Climate change may be the most visible and best-researched global environmental challenge, but it is far from the only one. The web of ecosystem balance has been altered by human technology and population growth. The threats to our food supply, water and air are everywhere. The goal of a world in natural balance is long past practical and we are now in the era of sustainability management. We need to better understand these natural systems and learn to more carefully intervene in them to keep them from collapsing and to keep them productive.

This requires a massive investment in earth observation and the measurement of environmental conditions. We need to learn how to manage the planet; and as we say in management class: " You can't manage something if you can't measure it". Without measurement, you cannot tell if your management action is making the situation better or worse. Sustainability metrics must be further developed and must guide decision-making.

We also need to develop the organizational and institutional capacity to both understand the planet's conditions and to develop the technology needed to mitigate the damage we do to it. These measurement and research tasks are basic governmental functions that must be funded and directed by public policy. The private sector and universities will do much of this work as contractors and grantees; but the long-term perspective requires government funding and the connection to our long-term security and safety makes planetary science and basic research a governmental function. Keeping the public safe and secure is the quintessential governmental function. Damage to the environment needs to be seen as a life threatening risk to the security of our families and communities.

Once the basic knowledge of environmental conditions and sustainability technology is developed, it must be made easily available to the private sector for commercialization and widespread adoption. The obvious precedents are the technologies of personal computing and the Internet. Teams of university and U.S. government researchers invented both of these technologies for military purposes. Private entrepreneurs then turned these technologies into transformative commercial products.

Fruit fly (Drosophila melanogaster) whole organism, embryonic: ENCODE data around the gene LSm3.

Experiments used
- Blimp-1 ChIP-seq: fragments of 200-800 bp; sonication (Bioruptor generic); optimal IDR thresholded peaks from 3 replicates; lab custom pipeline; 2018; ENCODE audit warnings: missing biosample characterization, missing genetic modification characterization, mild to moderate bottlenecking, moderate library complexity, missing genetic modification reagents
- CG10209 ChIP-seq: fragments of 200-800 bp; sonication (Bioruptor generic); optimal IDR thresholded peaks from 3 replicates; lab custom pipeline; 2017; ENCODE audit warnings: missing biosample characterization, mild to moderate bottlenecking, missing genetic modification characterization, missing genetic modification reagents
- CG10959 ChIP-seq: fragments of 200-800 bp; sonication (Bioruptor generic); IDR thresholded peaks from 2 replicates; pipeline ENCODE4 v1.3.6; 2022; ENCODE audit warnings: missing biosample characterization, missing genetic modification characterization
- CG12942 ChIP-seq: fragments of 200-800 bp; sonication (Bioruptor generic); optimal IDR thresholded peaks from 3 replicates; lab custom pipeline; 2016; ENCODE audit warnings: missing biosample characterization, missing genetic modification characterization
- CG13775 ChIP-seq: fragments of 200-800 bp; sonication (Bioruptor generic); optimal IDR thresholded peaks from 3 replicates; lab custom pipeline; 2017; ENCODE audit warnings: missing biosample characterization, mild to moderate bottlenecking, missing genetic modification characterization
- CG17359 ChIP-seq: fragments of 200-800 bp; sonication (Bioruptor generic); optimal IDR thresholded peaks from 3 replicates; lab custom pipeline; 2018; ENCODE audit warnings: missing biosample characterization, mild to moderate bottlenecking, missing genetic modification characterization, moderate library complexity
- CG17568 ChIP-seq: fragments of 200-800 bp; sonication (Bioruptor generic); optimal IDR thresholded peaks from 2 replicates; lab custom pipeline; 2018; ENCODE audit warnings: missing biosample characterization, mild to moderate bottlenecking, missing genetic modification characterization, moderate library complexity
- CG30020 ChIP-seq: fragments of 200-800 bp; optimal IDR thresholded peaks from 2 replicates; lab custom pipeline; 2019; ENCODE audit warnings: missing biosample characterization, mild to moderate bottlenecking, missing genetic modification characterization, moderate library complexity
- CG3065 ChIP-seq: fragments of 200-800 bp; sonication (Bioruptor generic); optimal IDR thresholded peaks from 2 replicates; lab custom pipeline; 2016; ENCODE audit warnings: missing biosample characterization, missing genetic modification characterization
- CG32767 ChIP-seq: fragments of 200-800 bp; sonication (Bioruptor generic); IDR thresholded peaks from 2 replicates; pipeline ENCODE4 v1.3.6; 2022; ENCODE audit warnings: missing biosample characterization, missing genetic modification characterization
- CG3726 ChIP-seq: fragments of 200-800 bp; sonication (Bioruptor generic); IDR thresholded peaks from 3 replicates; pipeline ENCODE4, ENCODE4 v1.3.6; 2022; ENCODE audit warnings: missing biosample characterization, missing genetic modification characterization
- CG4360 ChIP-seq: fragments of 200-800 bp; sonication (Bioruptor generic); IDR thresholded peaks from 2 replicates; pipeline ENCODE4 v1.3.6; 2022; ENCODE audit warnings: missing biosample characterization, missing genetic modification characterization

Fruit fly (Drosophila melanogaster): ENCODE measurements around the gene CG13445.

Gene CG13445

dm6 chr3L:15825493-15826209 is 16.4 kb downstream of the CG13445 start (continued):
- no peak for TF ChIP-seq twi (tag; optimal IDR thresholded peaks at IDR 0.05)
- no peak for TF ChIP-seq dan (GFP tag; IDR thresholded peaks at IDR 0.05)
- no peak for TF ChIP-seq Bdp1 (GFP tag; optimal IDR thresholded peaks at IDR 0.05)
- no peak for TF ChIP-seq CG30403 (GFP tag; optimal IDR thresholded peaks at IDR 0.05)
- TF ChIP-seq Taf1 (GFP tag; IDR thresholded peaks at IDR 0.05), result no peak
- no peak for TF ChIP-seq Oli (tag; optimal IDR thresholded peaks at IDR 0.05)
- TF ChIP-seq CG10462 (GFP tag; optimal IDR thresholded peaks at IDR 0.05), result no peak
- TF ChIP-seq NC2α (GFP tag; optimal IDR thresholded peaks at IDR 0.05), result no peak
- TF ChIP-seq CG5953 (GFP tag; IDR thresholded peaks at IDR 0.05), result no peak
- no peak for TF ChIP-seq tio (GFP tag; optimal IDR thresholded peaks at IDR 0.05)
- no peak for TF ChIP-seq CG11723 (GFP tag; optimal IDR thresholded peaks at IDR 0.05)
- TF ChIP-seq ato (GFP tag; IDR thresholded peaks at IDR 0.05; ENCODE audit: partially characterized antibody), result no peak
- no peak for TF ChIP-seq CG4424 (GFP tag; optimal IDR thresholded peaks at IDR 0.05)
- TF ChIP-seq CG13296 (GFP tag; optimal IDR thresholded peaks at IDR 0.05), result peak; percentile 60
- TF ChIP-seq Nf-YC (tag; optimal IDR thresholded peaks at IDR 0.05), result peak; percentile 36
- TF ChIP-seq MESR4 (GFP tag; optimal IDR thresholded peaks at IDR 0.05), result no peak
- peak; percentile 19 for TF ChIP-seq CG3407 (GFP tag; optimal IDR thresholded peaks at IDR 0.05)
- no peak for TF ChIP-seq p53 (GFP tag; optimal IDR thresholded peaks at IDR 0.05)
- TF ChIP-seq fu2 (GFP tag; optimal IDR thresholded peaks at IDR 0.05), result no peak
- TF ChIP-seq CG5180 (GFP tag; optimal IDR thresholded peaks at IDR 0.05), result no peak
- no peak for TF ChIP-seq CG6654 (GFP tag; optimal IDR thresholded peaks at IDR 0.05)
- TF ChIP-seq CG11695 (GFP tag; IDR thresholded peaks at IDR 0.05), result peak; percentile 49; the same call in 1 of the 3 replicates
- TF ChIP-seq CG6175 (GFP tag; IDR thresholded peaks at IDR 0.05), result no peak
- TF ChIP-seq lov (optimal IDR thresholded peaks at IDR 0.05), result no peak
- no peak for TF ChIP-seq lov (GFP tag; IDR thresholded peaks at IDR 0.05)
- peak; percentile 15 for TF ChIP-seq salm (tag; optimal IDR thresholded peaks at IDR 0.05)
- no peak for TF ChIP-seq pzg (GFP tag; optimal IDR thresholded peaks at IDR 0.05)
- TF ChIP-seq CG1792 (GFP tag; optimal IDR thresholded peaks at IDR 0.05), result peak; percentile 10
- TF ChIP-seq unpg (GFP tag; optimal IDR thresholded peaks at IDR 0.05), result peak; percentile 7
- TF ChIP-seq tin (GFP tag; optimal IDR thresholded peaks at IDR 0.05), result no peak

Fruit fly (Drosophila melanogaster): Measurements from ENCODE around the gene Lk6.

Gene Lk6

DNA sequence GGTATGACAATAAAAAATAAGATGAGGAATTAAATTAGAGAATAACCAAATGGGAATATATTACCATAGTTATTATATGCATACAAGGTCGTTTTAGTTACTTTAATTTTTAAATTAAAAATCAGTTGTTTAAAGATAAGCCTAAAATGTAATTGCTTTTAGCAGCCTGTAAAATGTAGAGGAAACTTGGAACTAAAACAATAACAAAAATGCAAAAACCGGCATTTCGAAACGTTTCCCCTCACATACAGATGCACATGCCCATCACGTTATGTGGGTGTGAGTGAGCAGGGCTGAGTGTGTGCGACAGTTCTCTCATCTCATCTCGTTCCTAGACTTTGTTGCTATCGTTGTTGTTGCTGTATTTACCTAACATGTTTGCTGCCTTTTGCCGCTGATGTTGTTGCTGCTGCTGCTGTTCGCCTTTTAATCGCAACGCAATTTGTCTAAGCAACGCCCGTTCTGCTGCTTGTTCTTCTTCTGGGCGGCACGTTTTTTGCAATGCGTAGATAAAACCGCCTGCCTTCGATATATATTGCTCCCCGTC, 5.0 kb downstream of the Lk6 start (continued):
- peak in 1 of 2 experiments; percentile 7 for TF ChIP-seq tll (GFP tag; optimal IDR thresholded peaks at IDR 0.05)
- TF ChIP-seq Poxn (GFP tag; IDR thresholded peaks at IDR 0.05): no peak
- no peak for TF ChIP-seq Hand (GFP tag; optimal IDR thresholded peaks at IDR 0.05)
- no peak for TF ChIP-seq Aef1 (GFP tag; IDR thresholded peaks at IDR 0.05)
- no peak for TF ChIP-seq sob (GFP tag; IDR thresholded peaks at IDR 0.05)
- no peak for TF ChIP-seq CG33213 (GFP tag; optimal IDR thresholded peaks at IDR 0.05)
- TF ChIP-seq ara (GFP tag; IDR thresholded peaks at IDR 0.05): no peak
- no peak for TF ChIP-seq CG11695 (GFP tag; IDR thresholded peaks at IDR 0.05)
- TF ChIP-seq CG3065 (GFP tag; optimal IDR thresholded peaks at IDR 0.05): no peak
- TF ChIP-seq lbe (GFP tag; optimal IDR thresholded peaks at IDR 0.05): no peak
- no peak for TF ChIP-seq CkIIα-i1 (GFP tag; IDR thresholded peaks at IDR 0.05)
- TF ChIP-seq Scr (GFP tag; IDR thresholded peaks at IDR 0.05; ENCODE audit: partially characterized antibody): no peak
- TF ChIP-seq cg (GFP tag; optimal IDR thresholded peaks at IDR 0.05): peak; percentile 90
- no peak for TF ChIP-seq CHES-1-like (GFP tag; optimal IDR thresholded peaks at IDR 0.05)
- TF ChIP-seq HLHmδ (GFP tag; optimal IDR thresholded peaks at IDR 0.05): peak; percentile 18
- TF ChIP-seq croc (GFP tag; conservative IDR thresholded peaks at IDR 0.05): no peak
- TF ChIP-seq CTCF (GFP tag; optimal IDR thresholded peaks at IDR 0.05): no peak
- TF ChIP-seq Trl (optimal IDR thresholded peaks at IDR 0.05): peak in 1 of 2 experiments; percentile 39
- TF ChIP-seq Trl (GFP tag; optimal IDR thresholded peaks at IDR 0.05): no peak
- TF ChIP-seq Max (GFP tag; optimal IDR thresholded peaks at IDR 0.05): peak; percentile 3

Energy, food and water production all require massive research and development. We also need to better understand and learn to manage our oceans, ecosystems and atmosphere. I know it sounds audacious to learn how to manage these resources, but since we've already learned how to damage them on a global scale, we'd better learn how to manage them as quickly as possible.

The nostalgia and sentimentality of the environmental movement leads many to think that if we can just change our lifestyles, we can become "one with nature" and lead a life that is in harmony with the planet. While individual change is necessary for a sustainable planet, it is far from sufficient. As I often say, with over seven billion people in the world and over half of them in cities, it is far too late to "get back to the land." Sustainability is a planetary scale management problem that requires the development of scientific and organizational capacities that we do not yet possess. We need to quit messing around and get to work on developing those capacities.

Diplomats and politicos at cocktail parties have a role in promoting global sustainability, but the real work will be performed by scientists, engineers, managers and workers building the knowledge base and infrastructure of the sustainable economy. Here in the United States, the greatest obstacle to developing this new capacity is the anti-government ideology of the extreme right and the anti-management ideology of the extreme left. We are well past the revolutions of the 18th, 19th and 20th centuries. The ideologies of those revolutions are artifacts of the past. It is time to look forward and learn how to balance creativity, freedom, consumption and planetary well-being on an increasingly crowded and complicated planet. It is time to develop the practice and profession of sustainability management.